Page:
The Experience Machine: A Survey
In collaboration with the BBC’s Radio 4 show ‘The Philosopher’s Arms‘, we are running a series of short opinion surveys on the Practical Ethics blog as a way of promoting discussion on issues in practical ethics.
This week The Philosopher’s Arms discussed the problem of the Experience Machine, Robert Nozick’s hypothetical scenario about the machine that could simulate a happy life:
Suppose there were an experience machine that would give you any experience you desired. Superduper neuropsychologists could stimulate your brain so that you would think and feel you were writing a great novel, or making a friend, or reading an interesting book. All the time you would be floating in a tank, with electrodes attached to your brain.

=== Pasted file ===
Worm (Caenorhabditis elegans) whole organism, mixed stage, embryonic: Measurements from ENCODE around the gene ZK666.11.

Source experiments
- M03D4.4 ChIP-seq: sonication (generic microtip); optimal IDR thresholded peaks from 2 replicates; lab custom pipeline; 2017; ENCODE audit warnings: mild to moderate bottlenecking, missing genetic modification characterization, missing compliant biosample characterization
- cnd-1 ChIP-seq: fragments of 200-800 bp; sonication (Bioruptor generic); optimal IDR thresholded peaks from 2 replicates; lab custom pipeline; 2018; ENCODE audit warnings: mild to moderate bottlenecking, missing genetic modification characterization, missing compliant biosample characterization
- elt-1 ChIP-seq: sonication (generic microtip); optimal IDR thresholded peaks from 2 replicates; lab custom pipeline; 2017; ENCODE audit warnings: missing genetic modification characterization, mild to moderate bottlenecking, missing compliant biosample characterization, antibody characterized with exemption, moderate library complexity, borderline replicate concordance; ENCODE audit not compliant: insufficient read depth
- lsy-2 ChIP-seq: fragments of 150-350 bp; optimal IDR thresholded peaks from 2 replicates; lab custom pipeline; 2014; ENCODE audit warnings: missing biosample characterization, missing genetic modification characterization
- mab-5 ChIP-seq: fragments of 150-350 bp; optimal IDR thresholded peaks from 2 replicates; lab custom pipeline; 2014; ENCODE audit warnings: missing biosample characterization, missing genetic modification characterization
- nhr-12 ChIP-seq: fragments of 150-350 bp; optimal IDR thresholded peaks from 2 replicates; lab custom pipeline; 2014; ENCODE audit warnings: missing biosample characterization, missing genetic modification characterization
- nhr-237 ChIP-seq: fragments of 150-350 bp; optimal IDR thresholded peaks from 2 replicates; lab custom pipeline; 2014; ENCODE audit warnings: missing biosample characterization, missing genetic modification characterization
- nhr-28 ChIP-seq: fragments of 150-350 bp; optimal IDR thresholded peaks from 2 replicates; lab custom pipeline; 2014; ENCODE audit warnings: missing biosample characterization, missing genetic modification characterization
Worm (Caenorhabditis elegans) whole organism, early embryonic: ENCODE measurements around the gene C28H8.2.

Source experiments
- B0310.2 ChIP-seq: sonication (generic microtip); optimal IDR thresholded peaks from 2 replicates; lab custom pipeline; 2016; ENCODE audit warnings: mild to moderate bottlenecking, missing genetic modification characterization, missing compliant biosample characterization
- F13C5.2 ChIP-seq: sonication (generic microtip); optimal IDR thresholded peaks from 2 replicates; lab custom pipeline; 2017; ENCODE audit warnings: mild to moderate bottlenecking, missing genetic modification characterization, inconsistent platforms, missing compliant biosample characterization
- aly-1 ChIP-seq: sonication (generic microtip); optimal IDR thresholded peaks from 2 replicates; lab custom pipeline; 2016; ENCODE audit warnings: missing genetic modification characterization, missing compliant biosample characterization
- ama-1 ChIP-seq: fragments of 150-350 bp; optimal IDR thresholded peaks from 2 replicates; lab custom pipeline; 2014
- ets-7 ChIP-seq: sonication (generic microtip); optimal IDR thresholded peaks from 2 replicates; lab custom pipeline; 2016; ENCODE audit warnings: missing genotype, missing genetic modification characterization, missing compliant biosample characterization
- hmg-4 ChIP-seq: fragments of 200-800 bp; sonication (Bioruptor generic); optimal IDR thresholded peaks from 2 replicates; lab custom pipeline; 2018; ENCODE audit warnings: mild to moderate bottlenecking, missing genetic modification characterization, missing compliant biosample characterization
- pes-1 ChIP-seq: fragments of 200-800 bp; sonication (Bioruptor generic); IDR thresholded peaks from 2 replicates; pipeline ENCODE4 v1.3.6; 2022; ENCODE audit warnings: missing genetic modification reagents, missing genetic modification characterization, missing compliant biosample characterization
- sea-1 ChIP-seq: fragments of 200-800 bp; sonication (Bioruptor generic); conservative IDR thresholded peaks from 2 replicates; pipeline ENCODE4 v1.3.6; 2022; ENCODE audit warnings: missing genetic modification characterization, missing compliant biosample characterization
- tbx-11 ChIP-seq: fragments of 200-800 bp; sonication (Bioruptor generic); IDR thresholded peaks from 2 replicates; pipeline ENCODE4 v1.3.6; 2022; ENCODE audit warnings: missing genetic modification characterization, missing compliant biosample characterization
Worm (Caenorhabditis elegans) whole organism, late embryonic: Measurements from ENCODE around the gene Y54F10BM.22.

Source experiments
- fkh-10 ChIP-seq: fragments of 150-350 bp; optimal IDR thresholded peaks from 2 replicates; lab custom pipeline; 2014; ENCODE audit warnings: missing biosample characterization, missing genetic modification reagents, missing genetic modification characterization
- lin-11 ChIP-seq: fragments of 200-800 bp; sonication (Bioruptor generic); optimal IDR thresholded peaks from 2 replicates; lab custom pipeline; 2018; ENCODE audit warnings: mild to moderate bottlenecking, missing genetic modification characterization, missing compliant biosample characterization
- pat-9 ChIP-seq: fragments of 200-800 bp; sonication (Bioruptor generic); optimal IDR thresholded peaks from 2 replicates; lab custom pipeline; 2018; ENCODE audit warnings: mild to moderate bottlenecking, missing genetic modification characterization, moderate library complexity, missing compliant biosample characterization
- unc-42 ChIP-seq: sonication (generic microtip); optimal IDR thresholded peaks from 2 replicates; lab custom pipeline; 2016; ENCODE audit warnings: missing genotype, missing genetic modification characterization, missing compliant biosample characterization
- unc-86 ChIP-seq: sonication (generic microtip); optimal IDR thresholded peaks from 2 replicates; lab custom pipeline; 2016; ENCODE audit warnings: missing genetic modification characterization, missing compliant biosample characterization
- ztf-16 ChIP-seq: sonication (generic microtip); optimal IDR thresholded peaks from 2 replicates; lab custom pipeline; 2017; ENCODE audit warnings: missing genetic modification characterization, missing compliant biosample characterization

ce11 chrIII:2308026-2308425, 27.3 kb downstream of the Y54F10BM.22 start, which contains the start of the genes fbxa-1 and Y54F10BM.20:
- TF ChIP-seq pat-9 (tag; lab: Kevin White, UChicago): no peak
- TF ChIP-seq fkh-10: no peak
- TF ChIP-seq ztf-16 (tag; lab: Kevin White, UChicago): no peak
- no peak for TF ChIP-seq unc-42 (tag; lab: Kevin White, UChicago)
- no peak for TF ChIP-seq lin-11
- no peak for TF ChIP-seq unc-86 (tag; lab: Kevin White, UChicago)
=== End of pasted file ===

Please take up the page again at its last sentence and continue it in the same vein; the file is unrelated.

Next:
The following survey explores some of the ethical themes raised by the Experience Machine.
To all our visitors from the BBC Website: if you found ‘The Philosopher’s Arms’ interesting, you may be interested in reading other posts on this blog, the Practical Ethics blog hosted at Oxford University’s Uehiro Center for Practical Ethics. Blog posts are contributed by philosophers and philosophy students from Oxford and other major universities around the world.
Some recent highlights: